Buying and Selling a Motorcycle in California

Buying and Selling a Motorcycle in California

How exciting! You’re about to buy or sell a motorcycle. But, before you begin the process, it’s important to know that each state has different guidelines and requirements for transferring motorcycle ownership. 

There’s popular belief that the state of California has some of the more intricate (some would say onerous) rules that need to be followed when buying/selling a motorcycle. As you’ll learn here, this may not be the case in most situations.

Continue reading below for an overview on how to complete this process in California. 

1. Bill of Sale 

When you buy/sell a motorcycle in California, you may need to complete a Bill of Sale. Check out these guidelines provided by the California DMV (Department of Motor Vehicles) to see if you will be required to complete this document. 

If your transaction requires a Bill of Sale, the seller will be responsible for bringing that form to the point of sale. As the seller, you will write in the year, make, model, color, mileage and VIN (Vehicle Identification Number) of the motorcycle. You will also include the method of payment the buyer uses, final sales price and current mileage. 

And, if you are the buyer, you should double-check to make sure that all of the information listed on the Bill of Sale is correct before signing it. For instance, it is especially important to make sure that the VIN on the title matches the VIN on the motorcycle. 

Note: In many states, this document must be notarized. However, in California, it is not required. 

2. Title Transfer

A Certificate of Title is a legal document that establishes vehicle ownership. After the Bill of Sale is complete, the seller will receive payment for the motorcycle. Then, the seller will legally transfer ownership of the motorcycle to the buyer by signing over the Certificate of Title. 

According to the California DMV’s official website, the seller must submit a Notice of Transfer and Release of Liability (NRL) application within five days of releasing ownership. You should also keep a copy for your records.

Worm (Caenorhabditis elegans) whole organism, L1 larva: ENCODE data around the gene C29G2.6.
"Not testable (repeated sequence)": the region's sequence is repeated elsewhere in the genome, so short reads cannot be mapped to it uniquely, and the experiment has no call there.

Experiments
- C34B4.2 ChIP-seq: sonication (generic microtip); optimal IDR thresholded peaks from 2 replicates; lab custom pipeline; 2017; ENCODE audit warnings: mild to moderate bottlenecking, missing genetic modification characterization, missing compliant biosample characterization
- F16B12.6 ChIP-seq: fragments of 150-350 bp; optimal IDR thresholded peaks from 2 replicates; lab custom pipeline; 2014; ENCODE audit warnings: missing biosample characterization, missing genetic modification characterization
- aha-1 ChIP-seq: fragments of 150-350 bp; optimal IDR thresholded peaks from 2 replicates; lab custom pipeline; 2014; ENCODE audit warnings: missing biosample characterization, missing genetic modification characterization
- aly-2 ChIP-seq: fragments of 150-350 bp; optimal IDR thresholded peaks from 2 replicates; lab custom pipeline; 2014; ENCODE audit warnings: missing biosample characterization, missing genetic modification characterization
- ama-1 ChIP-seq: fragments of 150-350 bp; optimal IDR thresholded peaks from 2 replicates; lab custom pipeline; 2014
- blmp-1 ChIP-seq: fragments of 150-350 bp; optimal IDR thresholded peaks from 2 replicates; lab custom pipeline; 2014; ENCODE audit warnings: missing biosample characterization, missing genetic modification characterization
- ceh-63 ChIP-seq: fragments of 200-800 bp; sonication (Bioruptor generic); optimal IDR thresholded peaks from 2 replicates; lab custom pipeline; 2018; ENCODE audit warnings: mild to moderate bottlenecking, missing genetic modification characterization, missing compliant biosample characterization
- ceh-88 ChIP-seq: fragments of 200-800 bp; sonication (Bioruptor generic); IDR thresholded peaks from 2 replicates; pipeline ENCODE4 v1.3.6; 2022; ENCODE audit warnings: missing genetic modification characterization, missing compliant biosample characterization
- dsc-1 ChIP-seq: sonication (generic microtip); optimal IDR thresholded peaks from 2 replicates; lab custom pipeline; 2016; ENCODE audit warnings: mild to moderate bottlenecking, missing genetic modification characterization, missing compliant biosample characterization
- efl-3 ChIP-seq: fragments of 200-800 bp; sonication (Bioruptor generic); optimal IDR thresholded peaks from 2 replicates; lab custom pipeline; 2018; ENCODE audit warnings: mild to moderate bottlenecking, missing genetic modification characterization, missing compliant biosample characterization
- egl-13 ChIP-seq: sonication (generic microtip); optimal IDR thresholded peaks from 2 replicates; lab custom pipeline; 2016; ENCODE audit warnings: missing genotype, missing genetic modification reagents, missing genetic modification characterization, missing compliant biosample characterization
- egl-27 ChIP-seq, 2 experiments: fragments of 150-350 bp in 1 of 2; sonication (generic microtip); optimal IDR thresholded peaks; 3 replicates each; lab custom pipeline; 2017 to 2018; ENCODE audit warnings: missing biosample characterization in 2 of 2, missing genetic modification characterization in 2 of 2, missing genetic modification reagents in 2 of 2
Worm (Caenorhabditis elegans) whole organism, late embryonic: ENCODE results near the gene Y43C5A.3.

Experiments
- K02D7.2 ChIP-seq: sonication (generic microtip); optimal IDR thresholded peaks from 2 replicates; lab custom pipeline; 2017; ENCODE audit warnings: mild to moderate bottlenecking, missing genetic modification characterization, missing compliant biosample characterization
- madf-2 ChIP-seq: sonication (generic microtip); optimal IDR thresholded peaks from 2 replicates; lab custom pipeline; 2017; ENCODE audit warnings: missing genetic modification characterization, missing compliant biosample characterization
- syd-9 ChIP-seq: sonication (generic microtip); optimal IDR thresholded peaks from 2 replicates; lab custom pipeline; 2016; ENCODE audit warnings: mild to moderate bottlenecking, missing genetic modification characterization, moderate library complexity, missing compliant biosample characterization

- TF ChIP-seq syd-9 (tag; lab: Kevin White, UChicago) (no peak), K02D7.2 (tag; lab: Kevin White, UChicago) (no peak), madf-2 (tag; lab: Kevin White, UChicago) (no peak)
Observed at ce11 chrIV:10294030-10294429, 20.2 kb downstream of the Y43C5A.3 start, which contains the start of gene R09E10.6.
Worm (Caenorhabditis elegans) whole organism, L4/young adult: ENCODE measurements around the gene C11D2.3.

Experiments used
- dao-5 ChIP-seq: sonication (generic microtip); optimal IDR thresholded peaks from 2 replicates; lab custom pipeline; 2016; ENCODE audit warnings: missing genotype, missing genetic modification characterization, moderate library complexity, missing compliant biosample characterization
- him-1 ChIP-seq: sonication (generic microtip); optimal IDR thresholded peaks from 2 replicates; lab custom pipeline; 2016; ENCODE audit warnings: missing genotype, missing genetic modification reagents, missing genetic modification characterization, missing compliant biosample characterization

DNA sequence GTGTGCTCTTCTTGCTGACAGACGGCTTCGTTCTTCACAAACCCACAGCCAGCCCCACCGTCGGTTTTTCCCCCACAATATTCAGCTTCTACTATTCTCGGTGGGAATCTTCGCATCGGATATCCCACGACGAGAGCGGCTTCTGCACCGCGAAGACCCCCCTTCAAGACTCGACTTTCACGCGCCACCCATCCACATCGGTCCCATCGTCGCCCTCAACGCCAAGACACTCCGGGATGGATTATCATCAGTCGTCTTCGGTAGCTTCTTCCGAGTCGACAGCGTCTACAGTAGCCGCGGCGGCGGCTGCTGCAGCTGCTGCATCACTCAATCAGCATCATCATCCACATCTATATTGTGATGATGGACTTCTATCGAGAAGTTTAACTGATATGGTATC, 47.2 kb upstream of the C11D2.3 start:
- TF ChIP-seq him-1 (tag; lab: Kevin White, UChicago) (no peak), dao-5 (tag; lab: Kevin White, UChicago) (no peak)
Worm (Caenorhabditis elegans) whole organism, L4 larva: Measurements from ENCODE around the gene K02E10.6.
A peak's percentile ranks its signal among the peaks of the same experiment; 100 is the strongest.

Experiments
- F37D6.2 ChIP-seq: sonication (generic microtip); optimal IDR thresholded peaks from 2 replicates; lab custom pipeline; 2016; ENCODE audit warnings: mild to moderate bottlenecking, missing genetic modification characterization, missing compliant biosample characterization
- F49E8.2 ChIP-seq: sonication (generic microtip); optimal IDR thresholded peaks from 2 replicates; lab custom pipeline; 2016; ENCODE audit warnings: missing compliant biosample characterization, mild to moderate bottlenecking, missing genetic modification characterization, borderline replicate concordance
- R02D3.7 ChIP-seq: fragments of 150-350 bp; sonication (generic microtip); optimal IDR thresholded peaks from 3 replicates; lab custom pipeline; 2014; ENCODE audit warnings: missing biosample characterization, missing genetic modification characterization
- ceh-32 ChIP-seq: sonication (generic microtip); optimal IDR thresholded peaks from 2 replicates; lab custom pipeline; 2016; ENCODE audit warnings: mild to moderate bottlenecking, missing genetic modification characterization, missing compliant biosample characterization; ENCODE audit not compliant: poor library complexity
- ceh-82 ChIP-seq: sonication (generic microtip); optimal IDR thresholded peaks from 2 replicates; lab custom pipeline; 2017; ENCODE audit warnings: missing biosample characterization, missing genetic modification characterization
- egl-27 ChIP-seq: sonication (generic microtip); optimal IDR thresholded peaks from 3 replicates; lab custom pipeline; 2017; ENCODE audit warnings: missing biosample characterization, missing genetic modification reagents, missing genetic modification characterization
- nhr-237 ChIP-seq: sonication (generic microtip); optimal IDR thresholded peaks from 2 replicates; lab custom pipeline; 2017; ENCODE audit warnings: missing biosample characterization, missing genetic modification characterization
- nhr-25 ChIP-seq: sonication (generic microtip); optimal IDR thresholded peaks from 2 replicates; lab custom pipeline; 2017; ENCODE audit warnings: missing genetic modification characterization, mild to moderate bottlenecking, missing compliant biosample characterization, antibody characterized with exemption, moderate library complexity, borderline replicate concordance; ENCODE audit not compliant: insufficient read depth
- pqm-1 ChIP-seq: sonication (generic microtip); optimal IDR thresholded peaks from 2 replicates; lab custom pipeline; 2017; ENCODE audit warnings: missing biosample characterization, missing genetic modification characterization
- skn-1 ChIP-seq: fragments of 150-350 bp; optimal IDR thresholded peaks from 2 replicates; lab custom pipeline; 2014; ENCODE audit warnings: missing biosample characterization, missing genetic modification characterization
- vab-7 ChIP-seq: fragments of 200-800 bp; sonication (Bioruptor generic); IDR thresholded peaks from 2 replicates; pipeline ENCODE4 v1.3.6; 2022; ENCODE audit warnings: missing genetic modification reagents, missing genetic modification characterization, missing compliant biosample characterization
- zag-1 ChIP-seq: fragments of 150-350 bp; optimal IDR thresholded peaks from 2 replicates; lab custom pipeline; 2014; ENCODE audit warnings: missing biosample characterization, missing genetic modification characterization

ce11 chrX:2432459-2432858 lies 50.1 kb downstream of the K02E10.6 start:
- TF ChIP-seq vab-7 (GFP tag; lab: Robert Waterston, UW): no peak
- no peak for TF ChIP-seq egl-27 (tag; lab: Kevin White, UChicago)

Keep in mind, a California Certificate of Title is required to transfer ownership. So, if you don’t have one, you must complete an Application for Duplicate or Transfer of Title (REG 227). 

Once this is complete, your job as the seller is done.

If you are the buyer, you will take the signed title to your local DMV to apply for transfer of ownership approval. According to the California DMV’s official website, a buyer has 10 days after purchasing a motorcycle to transfer ownership from the seller to themself.

If the transfer is approved by the DMV, you may proceed with the registration process. 

Note: When a motorcycle is sold by a dealer (as opposed to a private seller) the dealer is responsible for the title transfer paperwork. The buyer will simply receive the title from the California DMV in the mail.

3. Registration 

As a buyer, there are a few items/documents that you must bring with you to the DMV when registering your motorcycle. These items, as they are listed on the official California DMV  website, are: 

  • Your California Certificate of Title, or the name and address of the lienholder (if you have a loan). 
  • Proof of insurance, such as a vehicle liability insurance policy, a DMV-issued self-insurance certificate, or a surety bond of $35,000.00 from a company licensed to do business in California.
  • A valid California motorcycle license.
  • Payment for fees.

Note: Unlike other vehicles in California, motorcycles do not require a smog check before registration. 


There are several general vehicle registration fees. You may be required to pay all or some of the fees below.

  • Registration fee
  • California Highway Patrol (CHP) fee
  • Vehicle license fee
  • Transportation improvement fee
  • County/district fee

In regards to motorcycle-specific fees, there are the OHV (Off-Highway Vehicle) and PNO (Planned Non-Operation) fees. 

Motorcycles that will be ridden off public roads and highways must be registered as OHV. And, motorcycles that will be stored and not operated during the next renewal year must be registered as PNO.

If you’d like to get an idea of what fees to expect before starting the registration process, check out this list provided by the California DMV below.

In Conclusion 

We hope this information made the selling/buying process more straightforward. If you need more assistance or have specific questions regarding selling a motorcycle in California, be sure to contact your local DMV.

So, what type of motorcycle are you selling or buying? Let us know below! 
And, for an in-depth walk-through of the entire selling/buying process, check out our guides on how to sell a motorcycle and how to buy a motorcycle!

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